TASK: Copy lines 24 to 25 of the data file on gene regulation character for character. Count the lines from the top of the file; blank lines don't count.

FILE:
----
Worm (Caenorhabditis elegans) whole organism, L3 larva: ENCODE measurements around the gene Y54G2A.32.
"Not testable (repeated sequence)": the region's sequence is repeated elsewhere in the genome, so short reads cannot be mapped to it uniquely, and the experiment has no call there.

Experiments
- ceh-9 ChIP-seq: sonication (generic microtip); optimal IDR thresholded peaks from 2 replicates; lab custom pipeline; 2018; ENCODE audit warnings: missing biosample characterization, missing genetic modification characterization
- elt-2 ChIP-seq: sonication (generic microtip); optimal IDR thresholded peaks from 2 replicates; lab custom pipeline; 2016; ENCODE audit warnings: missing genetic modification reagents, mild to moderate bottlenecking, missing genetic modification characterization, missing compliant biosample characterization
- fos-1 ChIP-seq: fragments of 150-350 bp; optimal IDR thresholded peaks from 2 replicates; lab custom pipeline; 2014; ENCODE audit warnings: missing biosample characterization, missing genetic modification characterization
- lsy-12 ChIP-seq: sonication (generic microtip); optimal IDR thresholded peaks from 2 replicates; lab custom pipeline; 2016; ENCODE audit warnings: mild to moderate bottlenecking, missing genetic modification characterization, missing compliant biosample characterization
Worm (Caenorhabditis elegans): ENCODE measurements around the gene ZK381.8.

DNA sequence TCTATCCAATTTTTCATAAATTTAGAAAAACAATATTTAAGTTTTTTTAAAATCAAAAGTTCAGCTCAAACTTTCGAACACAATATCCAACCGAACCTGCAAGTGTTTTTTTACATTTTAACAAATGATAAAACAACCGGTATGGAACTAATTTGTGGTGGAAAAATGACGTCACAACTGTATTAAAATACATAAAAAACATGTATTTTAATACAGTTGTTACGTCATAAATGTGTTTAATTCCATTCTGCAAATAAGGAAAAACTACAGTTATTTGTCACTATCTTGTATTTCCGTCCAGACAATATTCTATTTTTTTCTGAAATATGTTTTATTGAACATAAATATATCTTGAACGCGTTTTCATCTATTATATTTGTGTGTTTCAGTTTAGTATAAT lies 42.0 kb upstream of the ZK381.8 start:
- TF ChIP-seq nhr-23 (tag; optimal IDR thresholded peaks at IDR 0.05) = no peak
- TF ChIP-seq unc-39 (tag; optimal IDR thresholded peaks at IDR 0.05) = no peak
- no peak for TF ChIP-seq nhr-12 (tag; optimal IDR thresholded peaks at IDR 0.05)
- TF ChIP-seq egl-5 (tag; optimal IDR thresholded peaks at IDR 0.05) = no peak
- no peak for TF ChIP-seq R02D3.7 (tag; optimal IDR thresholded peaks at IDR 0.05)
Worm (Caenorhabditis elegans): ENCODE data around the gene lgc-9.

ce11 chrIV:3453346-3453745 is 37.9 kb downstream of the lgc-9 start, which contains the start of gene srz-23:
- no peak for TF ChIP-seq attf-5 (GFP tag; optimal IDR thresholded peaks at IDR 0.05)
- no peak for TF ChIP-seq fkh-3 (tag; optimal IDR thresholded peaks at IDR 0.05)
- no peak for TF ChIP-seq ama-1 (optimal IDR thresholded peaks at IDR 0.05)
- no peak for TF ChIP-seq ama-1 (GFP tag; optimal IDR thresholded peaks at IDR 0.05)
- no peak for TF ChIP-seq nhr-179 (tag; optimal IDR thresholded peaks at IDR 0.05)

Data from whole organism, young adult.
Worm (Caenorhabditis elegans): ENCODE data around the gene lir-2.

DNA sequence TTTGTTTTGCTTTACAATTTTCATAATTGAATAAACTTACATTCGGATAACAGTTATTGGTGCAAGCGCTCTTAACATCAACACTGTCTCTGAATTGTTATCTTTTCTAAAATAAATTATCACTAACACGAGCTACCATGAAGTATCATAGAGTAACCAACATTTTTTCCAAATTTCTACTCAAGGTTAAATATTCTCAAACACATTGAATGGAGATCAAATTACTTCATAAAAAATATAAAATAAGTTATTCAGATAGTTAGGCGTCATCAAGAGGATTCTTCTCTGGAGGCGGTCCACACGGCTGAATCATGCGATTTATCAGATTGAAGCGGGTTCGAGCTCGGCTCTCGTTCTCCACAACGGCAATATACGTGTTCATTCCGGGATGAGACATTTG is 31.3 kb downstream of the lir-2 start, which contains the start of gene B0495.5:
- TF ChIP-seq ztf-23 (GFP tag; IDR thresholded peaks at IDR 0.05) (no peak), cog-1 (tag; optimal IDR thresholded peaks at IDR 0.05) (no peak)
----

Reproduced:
DNA sequence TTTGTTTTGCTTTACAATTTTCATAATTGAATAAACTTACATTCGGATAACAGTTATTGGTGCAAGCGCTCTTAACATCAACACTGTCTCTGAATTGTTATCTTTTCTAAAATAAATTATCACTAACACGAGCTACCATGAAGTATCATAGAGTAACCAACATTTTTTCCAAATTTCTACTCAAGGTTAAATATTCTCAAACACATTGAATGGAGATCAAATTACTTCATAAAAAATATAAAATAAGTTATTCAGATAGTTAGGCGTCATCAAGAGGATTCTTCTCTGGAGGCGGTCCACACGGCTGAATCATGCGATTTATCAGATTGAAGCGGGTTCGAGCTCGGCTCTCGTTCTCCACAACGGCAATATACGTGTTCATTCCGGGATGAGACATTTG is 31.3 kb downstream of the lir-2 start, which contains the start of gene B0495.5:
- TF ChIP-seq ztf-23 (GFP tag; IDR thresholded peaks at IDR 0.05) (no peak), cog-1 (tag; optimal IDR thresholded peaks at IDR 0.05) (no peak)